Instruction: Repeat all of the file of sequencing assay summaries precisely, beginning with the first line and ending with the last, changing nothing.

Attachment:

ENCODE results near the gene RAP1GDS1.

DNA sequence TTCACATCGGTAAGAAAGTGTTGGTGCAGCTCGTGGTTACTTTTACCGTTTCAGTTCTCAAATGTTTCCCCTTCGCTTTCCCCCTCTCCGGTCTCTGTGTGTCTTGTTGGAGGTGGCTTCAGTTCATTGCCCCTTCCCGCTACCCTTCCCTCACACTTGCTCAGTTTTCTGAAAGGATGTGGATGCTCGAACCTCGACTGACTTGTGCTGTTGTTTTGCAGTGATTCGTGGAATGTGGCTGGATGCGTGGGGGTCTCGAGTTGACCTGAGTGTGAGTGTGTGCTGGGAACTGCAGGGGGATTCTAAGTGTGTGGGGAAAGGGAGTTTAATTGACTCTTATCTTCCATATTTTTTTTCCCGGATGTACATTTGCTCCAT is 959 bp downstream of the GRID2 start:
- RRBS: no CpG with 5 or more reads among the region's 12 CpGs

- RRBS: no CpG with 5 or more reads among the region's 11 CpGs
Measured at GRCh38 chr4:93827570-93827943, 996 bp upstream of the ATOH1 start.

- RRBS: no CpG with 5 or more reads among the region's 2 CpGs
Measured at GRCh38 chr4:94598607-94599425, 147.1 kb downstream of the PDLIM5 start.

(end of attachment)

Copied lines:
ENCODE results near the gene RAP1GDS1.

DNA sequence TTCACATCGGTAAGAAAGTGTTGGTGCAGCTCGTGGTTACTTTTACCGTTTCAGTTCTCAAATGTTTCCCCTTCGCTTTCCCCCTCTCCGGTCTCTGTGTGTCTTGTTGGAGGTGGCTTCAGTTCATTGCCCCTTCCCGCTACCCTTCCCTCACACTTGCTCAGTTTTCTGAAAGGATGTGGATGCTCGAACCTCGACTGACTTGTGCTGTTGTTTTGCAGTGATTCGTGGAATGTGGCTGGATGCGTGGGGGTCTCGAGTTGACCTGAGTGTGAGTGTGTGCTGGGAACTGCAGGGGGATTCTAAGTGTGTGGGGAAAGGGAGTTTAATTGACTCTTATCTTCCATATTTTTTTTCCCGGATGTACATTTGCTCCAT is 959 bp downstream of the GRID2 start:
- RRBS: no CpG with 5 or more reads among the region's 12 CpGs

- RRBS: no CpG with 5 or more reads among the region's 11 CpGs
Measured at GRCh38 chr4:93827570-93827943, 996 bp upstream of the ATOH1 start.

- RRBS: no CpG with 5 or more reads among the region's 2 CpGs
Measured at GRCh38 chr4:94598607-94599425, 147.1 kb downstream of the PDLIM5 start.